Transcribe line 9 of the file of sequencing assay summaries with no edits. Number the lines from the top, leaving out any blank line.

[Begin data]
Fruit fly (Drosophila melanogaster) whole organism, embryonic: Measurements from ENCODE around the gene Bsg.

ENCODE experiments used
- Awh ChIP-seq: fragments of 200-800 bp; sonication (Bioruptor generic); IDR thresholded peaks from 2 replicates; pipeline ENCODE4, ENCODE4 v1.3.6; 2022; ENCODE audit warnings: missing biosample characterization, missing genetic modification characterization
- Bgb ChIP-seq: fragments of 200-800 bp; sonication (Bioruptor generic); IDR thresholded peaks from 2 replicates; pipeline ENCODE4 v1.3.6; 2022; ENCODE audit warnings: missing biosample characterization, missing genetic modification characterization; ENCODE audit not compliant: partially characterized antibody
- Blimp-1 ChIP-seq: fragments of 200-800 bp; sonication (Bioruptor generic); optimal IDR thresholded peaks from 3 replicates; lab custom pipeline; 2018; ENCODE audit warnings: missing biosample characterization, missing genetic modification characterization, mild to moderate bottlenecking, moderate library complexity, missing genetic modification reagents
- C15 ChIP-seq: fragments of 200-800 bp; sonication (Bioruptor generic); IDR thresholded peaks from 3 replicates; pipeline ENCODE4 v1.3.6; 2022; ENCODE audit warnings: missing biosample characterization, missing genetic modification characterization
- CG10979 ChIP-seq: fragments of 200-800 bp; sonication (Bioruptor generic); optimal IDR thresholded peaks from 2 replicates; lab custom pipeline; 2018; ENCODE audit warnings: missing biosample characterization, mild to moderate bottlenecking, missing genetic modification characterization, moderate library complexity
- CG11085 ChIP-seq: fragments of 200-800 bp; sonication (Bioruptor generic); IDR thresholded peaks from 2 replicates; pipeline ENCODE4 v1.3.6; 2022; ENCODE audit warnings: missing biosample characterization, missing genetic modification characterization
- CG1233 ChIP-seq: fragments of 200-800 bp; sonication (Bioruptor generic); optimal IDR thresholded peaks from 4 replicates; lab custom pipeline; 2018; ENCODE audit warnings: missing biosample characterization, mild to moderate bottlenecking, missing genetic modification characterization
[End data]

- CG1233 ChIP-seq: fragments of 200-800 bp; sonication (Bioruptor generic); optimal IDR thresholded peaks from 4 replicates; lab custom pipeline; 2018; ENCODE audit warnings: missing biosample characterization, mild to moderate bottlenecking, missing genetic modification characterization